Illuminating Haiti’s Plight: A review of Claire Limyè Lanmè – Claire of the Sea Light, a novel by Edwidge Danticat

by Greg Dunkel (for Haiti Liberte)
A review of Claire
Limyè Lanmè – Claire of the Sea Light,
a novel by Edwidge Danticat, Alfred
A. Knopf, New York, 2013
This fine insight-filled novel interlaces characters ranging
from the 7-year-old girl whose name is the book’s title, to a well-off shop
keeper, the town’s undertaker and mayor, a radio journalist, the owner of the
local school, some gangsters, and the girl’s father, a poor fisherman. These
characters let Danticat examine a lot of issues that affect Haiti.
examines the issues of justice and violence, poverty and education,
environmental exhaustion, how the dead are buried, how children play, how
people celebrate, and the relations between Haitians in the diaspora (outside
Haiti) and those who haven’t left. Using her imagination to build the
connections, Danticat makes the reader experience Haiti on a personal level.
            In a real
sense, the town and the sea are characters in this novel, which change,
interact, and are affected by the poverty-stressed economy of Haiti like the
more conventional human characters.
            Set before
the earthquake, in the seaside town of Ville Rose, modeled on Léogâne, the home
town of Danticat’s mother, with elements from the other seaside towns Danticat
knows, the novel begins with Claire’s father deciding to give her to the
shopkeeper on her birthday so she can have a better life. Her birthday is the
day when she and her father go to the cemetery and visit the grave of her
mother, who died giving birth to Claire.
            Claire runs
away and doesn’t come back into the book until its end.
            The novel
is written in English, which is not Danticat’s mother tongue.  Whenever she wants to express something which
is essentially Haitian, she turns to kreyòl.
Limyè Lanmè is a revenan, a child
born as her mother dies. She plays wonn,
a children’s dancing game. The radio station that is an important element in
the story is called Radio Zòrèy,
Radio Ears. But the kreyòl flows much
more naturally than the English translation.
            There is a
classic Haitian novel called Gouverneurs
de la Rosée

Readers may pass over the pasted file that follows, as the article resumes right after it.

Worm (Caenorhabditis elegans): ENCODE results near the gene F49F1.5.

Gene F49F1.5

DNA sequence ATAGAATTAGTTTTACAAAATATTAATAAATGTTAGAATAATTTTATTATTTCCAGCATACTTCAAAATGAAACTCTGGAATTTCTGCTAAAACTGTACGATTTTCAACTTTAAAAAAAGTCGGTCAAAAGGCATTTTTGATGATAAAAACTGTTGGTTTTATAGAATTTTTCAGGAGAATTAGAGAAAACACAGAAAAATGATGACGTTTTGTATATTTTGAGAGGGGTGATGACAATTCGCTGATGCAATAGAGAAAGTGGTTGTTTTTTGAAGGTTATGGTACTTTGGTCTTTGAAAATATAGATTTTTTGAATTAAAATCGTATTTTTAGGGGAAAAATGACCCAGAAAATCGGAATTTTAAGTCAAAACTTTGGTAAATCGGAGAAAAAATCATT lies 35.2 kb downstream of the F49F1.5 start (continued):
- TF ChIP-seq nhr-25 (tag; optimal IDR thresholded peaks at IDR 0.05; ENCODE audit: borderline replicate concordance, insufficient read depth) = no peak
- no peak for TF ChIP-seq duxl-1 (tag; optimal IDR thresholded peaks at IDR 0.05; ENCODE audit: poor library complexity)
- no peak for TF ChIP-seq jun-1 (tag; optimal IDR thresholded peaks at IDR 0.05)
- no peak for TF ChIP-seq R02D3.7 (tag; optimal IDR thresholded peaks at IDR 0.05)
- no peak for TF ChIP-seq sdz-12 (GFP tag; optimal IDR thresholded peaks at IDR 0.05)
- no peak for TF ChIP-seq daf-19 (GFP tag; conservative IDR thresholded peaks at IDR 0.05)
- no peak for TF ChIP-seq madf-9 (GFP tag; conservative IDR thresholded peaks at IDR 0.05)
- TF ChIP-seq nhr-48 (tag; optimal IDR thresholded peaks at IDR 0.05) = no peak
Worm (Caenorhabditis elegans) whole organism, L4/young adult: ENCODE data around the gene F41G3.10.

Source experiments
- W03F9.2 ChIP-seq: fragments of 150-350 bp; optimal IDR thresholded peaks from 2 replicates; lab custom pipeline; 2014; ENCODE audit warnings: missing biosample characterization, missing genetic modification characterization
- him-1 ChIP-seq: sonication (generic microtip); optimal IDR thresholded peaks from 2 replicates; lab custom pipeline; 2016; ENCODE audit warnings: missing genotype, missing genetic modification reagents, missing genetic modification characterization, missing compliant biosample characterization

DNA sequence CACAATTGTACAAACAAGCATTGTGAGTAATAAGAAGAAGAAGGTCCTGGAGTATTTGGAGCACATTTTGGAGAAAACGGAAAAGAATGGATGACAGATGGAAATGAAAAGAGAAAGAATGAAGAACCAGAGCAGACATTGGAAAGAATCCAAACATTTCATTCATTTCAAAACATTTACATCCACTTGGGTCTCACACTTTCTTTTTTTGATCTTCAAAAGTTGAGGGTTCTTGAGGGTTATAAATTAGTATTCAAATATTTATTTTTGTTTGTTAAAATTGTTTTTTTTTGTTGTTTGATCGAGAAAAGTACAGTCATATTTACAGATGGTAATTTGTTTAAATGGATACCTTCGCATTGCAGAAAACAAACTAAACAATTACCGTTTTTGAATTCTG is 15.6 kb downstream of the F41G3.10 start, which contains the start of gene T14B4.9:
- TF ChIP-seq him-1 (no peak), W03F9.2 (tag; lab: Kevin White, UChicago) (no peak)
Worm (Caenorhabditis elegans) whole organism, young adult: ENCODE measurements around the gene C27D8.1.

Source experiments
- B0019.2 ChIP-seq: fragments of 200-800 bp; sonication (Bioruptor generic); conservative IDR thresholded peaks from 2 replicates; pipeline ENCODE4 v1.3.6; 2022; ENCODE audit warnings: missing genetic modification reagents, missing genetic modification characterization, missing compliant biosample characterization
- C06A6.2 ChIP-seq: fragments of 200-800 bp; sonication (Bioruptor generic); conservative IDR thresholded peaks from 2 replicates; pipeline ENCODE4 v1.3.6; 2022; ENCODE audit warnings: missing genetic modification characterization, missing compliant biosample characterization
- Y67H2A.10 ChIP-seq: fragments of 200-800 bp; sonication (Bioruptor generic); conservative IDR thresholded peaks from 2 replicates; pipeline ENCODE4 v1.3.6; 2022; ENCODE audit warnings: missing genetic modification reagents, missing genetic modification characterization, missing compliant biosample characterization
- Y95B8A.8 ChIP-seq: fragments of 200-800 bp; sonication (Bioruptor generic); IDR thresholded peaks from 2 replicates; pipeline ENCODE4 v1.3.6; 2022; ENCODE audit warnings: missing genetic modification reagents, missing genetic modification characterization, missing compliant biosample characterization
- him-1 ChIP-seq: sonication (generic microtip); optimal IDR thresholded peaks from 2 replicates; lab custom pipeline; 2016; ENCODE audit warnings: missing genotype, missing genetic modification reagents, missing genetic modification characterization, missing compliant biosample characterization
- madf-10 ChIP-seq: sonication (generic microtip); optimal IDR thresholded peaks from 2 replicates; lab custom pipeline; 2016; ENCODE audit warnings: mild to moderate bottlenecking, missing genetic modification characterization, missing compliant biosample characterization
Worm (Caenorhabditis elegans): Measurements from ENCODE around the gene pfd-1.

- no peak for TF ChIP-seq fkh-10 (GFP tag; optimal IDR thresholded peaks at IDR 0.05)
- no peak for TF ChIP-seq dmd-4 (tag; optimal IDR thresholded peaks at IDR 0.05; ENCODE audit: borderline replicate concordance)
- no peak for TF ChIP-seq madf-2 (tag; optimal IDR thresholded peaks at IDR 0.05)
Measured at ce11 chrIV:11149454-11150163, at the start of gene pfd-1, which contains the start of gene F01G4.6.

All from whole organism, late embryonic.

(translated into English as Masters
of the Dew
), which Jacques Roumain wrote in French, a language with deeper
historical roots in Haiti than English, but which is still not the mother
tongue of almost all Haitians.
Roumain wants to depict the vodou rituals
that occur in his novel, which is set in the rural Haiti of the 1930s, he uses kreyòl to capture the flavor, the essence
of the scene.
            There are
other echoes of Gouverneur in Claire. Towards the end of the book,
when the mayor-undertaker visits his old friends the schoolmaster, he explains
his absence by talking about a meeting with the mother of a young man who got a
machete in his gut from a land dispute. This recalls the incident that starts
the struggle over land between two family factions in  Gouverneur,
an incident that was key to the whole structure of that novel.
novelists use their skills and imaginations to bring to their readers a serious
examination of the social conditions of Haiti – Roumain of course focusing on
the Haiti of the 1930s and ’40s, Danticat on Haiti today. In Gouverneur, the land is a character that
changes and interacts with the other characters. In Claire, it is the town of Ville Rose and the sea.
Roumain was one of the founders of the Haitian Communist Party and his book
reflects his political viewpoint. He lived in a Haiti, where Élie Lescot, the
president elected in 1943, gave him a job in the Haitian Consulate in Mexico.
            It is hard
to imagine the current Haitian president, Michele Martelly, offering a job of
any sort to Edwige Danticat. And even more unimaginable that she would accept
it. She might or might not share all of Roumain’s political outlook, but she
does certainly share his deep concern for the poor and working people of Haiti.
            Her book
illuminates their plight, their suffering, and the hopes that sustain them. It
is well worth reading.